A lot has been on my mind since this last weekend, so I’ve been waiting to write this in an attempt to get it sorted out in my head. Since moving to New York City from Arizona two years ago, Electric Zoo has served as a symbol of summer’s end and my own growth as both a fan of electronic music and as a human being. The area isn't somewhere I usually frequent, yet each time I go back the park is always somehow still floating across the bridge in the very same place yet with a very different vibe each year.
Though it hurt to see the media label one of my most comforting places a “Death Fest” and to hear the insensitivity on the part of some attendees towards the deaths of those who inadvertently killed themselves, what really hurt the most was the abruptness with which people were willing to sneer at this community they had loved just the day before.
Ravers and business executives are quick to liken the dance music movement to the counter-culture of the late 60s yet in that comparison they miss our biggest virtue: we don’t have an agenda. We’re not liberals, convervatives, anti-political or anarchists, we just want to fucking dance. We accept the things that are outside of our control and throw them to the side because, at least for now, there’s nothing better or more perfect to be doing. So stop working yourself up. You are not your surroundings. The scene is not “dead” because there are a million scenes on this planet of 7 billion+ people. So maybe we can’t throw mega-raves in high profile public parks anymore, is that really that big of a deal?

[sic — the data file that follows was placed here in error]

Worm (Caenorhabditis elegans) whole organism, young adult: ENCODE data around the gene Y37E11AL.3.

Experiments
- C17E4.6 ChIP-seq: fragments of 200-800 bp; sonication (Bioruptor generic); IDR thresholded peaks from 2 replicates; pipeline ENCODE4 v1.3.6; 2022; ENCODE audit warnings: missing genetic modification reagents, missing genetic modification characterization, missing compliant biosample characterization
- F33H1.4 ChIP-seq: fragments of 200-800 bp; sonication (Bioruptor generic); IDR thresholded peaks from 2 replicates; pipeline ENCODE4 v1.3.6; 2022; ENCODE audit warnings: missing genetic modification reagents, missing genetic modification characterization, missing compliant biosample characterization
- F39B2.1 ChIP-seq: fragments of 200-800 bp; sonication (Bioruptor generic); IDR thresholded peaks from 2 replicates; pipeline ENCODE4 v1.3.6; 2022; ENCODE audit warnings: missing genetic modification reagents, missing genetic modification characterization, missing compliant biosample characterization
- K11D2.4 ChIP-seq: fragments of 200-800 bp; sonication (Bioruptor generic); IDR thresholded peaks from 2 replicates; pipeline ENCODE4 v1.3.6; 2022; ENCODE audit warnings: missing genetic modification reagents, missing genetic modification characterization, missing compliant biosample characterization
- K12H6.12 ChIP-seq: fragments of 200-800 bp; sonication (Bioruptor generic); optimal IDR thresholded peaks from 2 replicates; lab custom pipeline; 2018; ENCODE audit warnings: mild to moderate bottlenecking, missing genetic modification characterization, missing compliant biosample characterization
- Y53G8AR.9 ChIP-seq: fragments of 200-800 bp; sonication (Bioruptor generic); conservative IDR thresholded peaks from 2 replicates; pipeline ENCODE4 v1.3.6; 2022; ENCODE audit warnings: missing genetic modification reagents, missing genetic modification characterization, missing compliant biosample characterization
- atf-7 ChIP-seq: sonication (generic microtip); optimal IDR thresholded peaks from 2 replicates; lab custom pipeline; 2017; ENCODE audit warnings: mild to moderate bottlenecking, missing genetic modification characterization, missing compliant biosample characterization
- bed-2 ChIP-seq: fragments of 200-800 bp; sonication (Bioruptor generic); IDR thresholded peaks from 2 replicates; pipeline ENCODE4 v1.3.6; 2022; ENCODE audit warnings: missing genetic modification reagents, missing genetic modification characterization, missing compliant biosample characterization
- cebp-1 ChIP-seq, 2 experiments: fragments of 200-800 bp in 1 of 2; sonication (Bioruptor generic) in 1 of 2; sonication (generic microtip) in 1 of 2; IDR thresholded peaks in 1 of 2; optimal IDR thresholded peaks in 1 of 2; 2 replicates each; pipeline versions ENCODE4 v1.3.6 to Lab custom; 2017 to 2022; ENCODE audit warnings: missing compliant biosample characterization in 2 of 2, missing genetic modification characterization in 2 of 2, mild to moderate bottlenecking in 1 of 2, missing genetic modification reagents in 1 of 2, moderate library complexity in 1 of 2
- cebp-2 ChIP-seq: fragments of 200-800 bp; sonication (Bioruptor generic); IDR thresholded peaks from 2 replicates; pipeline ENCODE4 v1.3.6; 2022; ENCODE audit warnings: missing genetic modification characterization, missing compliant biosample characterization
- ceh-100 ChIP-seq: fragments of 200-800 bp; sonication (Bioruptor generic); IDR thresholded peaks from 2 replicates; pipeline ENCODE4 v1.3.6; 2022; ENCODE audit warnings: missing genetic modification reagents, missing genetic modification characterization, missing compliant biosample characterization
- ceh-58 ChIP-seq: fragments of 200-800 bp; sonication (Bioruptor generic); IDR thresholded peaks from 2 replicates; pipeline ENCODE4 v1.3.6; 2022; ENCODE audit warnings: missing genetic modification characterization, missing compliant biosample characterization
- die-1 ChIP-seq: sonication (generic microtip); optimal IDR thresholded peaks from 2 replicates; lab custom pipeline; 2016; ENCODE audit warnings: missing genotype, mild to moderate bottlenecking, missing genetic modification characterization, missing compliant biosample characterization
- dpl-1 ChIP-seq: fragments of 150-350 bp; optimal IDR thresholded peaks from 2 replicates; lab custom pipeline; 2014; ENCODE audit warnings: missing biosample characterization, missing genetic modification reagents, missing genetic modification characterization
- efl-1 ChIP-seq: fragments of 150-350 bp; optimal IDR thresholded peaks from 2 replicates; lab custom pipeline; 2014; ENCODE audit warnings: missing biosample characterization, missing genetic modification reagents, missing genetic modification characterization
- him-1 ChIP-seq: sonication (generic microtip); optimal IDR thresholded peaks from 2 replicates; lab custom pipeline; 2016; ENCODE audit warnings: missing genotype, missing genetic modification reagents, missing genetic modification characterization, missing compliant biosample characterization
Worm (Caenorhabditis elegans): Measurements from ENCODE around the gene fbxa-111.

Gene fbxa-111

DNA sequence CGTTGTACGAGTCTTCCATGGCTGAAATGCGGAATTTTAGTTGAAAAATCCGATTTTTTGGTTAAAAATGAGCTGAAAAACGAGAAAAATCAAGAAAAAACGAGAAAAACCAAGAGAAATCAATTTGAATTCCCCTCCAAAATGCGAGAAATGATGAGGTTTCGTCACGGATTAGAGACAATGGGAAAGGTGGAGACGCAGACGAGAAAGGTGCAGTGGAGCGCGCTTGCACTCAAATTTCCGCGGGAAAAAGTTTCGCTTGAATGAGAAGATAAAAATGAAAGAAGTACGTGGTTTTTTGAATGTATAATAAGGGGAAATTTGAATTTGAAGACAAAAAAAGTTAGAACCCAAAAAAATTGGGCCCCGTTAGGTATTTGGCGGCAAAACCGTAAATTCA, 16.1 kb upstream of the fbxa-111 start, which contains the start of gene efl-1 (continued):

Now I've had my doubts about this scene (or whatever you want to call it) and our generation plenty of times, and it’s happened just as many times at illegal raves with people rolling around on the floor high on a medley of drugs than it has at corporate-owned festivals. But I do know one thing: we have something going for us here. In a bleak world that’s been suffering for over a decade and about to enter new wars, we line up on the sides as the pacifists. We are tied together in unprecedented ways through social media and are quick to seize others in as our own. We are the citizens of this brave new world.
This whole thing wasn’t about “bros vs. ravers,” it wasn’t about commercialism, it wasn’t even about drugs. It was a wake-up call to give up the identity crisis and to stop trying to force things to be a certain way. Radiate optimism, share smiles with those around you, and like the music that binds us, go with the flow. This bass-driven journey isn’t even close to over.
By Edward Fancher